Re-instatement of priority services

We start the New Year with good news for those who have already made family settlement entry clearance applications, (visas for the spouse/unmarried partner/fiancé or children of British nationals or those with Indefinite Leave to Remain status). These individuals were previously unable to pay for an optional priority service for an expedited decision on their respective visa applications. This was due to the suspension of priority services following the Ukraine crisis.

From 9 January 2023, those with outstanding applications would have started to receive emails to inform them that priority services have been re-instated. The email provides an offering to individuals to pay an additional fee of £573 in order to receive a decision on the outstanding application on a priority basis. The Home Office is sending these emails out in date order, with those with the oldest outstanding applications being contacted first.

Current standard processing times are 120 days, against the previous standard processing time of 60 days, whilst the Home Office has been dealing with its backlog. Those who opt in to use the new priority service offering should receive a decision within 15 days of payment being made, which is a reduction in the usual 30-day priority processing time.

For anyone submitting an application going forwards, the standard processing time remains at 24 weeks. However, the Home Office aim to reintroduce priority service for all applicants in early 2023.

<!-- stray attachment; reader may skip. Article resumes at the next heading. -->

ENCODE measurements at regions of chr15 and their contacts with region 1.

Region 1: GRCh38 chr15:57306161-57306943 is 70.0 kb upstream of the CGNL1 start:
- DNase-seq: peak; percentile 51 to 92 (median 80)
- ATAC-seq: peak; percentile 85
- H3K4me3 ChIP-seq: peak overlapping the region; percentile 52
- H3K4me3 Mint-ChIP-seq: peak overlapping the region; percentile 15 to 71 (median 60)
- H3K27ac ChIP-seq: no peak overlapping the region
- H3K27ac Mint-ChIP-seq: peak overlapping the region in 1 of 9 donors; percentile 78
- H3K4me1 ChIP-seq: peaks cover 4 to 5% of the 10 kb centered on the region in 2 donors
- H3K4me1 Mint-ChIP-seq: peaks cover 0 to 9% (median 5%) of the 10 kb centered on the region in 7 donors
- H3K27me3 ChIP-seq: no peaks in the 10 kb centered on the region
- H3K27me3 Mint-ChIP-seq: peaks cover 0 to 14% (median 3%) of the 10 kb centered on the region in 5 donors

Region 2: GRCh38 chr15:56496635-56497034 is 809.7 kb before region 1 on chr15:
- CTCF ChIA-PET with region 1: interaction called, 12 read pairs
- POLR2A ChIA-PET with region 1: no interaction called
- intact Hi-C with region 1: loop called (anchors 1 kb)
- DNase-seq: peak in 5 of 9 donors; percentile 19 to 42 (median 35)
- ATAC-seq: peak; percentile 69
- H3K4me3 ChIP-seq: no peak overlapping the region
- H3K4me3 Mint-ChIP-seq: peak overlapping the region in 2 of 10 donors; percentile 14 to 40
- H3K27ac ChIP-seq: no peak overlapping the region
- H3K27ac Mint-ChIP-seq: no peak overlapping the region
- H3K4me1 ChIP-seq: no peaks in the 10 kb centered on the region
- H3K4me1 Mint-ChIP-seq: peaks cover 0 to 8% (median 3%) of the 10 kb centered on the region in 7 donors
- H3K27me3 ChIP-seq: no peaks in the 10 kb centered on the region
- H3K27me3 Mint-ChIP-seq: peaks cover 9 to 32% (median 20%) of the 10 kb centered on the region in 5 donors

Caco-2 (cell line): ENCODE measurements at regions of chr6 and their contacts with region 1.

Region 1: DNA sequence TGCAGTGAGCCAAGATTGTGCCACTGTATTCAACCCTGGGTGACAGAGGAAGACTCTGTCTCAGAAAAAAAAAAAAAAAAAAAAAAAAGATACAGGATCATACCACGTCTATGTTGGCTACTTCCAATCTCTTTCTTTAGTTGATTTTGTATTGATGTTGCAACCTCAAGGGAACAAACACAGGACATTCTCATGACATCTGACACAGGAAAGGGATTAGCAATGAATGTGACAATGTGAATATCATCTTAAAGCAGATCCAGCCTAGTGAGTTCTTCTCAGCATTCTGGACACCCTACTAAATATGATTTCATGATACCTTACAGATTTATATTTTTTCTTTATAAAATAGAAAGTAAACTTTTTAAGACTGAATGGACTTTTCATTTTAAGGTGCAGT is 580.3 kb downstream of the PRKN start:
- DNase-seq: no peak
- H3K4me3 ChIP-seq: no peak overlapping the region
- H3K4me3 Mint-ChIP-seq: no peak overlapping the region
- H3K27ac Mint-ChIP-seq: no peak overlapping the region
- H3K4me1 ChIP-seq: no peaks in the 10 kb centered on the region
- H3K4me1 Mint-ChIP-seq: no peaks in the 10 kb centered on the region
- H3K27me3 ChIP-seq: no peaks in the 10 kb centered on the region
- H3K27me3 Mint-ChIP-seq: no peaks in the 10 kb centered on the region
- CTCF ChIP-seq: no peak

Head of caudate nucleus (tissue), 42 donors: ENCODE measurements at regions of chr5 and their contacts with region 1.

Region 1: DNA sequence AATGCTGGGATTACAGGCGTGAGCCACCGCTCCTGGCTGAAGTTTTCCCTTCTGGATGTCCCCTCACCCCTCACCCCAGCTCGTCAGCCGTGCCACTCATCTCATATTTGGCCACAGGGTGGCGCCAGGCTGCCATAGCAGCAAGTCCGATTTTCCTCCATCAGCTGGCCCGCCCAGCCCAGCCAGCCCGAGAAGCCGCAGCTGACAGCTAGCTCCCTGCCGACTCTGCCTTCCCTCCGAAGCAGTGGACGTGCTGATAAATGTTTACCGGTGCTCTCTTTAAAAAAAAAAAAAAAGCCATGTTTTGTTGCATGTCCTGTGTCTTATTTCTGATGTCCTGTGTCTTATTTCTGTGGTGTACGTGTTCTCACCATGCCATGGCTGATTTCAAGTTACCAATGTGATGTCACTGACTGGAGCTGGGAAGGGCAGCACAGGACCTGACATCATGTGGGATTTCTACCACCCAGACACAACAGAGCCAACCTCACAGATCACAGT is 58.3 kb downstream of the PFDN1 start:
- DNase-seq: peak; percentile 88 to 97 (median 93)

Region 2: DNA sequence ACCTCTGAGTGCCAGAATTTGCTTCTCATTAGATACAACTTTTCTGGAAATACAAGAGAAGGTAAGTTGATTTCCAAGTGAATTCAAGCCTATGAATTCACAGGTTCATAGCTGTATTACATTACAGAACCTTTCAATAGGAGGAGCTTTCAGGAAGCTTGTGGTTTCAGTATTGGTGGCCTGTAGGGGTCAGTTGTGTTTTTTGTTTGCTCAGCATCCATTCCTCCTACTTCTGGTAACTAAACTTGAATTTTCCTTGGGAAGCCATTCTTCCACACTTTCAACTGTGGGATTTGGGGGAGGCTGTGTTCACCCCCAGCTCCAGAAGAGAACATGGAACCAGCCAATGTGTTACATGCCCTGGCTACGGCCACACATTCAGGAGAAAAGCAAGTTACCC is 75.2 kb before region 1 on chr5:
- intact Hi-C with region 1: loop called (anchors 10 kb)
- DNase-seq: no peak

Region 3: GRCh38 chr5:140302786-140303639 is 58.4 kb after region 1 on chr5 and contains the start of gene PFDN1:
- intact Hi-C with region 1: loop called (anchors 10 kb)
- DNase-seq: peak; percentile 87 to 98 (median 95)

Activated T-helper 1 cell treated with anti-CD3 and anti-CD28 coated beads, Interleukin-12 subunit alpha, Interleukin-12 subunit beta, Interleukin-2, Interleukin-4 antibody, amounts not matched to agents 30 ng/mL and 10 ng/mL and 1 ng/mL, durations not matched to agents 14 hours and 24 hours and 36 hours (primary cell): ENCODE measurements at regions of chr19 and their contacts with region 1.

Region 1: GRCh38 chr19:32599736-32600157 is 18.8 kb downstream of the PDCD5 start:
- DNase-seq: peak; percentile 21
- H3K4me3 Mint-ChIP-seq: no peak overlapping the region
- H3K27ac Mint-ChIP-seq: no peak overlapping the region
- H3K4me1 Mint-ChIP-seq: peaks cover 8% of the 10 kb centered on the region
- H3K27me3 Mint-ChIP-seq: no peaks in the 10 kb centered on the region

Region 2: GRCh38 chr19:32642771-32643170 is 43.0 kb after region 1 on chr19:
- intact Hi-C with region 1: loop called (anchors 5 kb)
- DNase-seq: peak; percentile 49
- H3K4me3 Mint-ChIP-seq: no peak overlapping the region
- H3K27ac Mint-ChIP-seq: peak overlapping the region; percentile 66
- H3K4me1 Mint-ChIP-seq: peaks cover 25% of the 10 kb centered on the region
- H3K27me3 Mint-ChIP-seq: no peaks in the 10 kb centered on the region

Anecdotally, any applications the Home Office deem complex or that require additional security screening appear not to have been contacted to expedite their applications. No policy position on this has been formally communicated.

New year, new COVID restrictions

The New Year starts us off with a new COVID travel restriction. From 5 January 2023, passengers arriving to the UK from mainland China are once again being asked to have a negative pre-departure COVID-19 test. The test will need to be taken no more than two days prior to departure and will be checked by carriers prior to boarding.

In addition, on arrival in the UK, a random sample will be undertaken for a few individuals, who will be asked to re-test in order to enhance safety measures and detect any potential variants at the border.

The Government has stated that these are pre-cautionary and temporary, to protect us following an increases of cases in China and in readiness for the easing of their border control.

Travellers should factor this in and prepare for the increased risk of having to delay flights in case they are infected with COVID and the additional cost and time required to take
the test.

Passport application fees

For the first time in five years, on 2 February 2023, the Home Office will be introducing a new passport fee. The proposed fees, which are currently subject to Parliamentary approval, are as follows:

Application Current Fee New Fee Fee Change
Standard online application for adults £75.50 £82.50 £7
Standard online application for children £49 £53.50 £4.50
Postal applications for adults £85 £93 £8
Postal applications for children £58.50 £64 £5.50

So, for those who need a passport or have a passport up for renewal this year, it may be worth submitting an application early to avoid those extra government fees.

Global Business Mobility Immigration Skill Charge Exemption